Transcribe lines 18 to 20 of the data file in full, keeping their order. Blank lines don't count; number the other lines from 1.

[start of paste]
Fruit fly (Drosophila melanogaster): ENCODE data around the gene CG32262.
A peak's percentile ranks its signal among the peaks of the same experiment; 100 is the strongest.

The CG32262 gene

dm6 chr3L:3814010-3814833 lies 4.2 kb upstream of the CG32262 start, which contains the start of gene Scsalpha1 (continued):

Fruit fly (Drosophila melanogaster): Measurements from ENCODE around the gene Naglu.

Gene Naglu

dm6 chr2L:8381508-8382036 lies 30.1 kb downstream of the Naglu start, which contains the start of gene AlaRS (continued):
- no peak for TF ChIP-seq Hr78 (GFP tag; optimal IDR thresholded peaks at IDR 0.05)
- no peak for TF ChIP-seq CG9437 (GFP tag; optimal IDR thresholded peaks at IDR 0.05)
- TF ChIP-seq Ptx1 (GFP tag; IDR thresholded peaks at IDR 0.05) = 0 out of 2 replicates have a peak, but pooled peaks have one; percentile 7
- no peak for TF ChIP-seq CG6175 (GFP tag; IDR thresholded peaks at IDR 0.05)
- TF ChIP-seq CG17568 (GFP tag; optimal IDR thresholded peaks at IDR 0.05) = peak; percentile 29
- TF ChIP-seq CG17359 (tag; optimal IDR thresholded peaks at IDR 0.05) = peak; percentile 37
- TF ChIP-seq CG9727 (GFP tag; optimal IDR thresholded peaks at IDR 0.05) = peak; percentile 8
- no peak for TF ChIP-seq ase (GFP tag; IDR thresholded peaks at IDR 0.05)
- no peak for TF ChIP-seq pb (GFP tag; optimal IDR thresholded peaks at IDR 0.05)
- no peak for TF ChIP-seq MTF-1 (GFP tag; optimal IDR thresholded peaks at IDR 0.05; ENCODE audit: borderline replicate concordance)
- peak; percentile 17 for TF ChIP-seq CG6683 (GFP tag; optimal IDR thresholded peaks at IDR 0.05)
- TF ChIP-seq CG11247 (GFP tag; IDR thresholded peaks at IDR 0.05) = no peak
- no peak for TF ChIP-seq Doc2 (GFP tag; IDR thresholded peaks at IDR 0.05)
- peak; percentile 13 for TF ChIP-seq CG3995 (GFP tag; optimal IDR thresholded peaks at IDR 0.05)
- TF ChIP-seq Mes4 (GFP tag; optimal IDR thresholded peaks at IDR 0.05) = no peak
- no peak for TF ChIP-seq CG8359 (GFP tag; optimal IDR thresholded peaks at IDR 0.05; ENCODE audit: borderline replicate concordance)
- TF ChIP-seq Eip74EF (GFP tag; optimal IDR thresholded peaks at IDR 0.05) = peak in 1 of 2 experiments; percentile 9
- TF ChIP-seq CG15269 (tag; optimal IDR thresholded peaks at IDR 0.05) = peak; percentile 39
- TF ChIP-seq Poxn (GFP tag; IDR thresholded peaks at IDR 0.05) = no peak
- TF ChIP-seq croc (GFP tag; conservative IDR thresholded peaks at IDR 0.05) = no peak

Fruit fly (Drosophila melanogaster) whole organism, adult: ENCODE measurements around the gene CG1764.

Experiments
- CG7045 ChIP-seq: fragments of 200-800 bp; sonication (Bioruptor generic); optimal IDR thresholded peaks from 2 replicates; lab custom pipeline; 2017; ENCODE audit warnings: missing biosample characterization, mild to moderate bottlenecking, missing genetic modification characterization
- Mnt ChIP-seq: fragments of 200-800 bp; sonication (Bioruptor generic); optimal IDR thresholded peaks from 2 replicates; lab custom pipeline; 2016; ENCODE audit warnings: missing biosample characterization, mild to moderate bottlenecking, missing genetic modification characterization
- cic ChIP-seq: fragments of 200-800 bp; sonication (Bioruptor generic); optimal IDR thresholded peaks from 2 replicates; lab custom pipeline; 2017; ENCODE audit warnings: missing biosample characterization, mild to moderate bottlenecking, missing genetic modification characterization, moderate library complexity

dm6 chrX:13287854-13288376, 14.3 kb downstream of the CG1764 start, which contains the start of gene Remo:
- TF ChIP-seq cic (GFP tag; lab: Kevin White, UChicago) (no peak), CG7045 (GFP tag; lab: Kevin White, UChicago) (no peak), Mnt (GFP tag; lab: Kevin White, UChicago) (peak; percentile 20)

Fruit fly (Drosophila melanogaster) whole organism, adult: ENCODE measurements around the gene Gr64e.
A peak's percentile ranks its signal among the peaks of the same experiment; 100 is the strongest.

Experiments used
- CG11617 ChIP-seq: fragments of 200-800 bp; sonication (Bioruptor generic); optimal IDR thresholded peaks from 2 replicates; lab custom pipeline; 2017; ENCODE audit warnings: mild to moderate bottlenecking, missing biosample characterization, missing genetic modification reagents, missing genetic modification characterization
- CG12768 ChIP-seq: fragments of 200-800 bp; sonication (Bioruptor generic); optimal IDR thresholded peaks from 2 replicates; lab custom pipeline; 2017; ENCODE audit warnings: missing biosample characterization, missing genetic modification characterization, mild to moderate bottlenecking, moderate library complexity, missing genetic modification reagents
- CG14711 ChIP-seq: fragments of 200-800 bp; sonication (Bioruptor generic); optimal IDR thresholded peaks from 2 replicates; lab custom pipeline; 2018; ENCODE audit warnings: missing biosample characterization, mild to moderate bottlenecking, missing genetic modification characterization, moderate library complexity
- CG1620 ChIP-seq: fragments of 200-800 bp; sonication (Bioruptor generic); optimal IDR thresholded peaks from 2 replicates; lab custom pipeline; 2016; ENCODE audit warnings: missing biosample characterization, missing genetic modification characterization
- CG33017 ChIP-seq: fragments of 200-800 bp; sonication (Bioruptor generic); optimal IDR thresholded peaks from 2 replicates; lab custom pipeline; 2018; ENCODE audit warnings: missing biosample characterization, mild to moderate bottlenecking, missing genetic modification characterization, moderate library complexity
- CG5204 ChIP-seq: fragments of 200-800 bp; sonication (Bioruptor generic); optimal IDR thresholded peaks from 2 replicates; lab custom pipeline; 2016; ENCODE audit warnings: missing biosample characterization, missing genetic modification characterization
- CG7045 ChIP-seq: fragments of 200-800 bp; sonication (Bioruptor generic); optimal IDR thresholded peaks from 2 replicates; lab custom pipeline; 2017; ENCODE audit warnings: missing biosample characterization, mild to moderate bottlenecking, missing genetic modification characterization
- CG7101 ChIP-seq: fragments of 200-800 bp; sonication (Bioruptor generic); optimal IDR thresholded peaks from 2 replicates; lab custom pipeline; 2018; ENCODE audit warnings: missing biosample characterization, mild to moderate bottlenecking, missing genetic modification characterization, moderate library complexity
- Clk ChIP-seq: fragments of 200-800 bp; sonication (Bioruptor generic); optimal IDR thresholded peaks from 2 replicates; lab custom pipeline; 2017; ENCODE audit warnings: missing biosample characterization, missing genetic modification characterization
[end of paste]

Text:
- peak; percentile 17 for TF ChIP-seq CG6683 (GFP tag; optimal IDR thresholded peaks at IDR 0.05)
- TF ChIP-seq CG11247 (GFP tag; IDR thresholded peaks at IDR 0.05) = no peak
- no peak for TF ChIP-seq Doc2 (GFP tag; IDR thresholded peaks at IDR 0.05)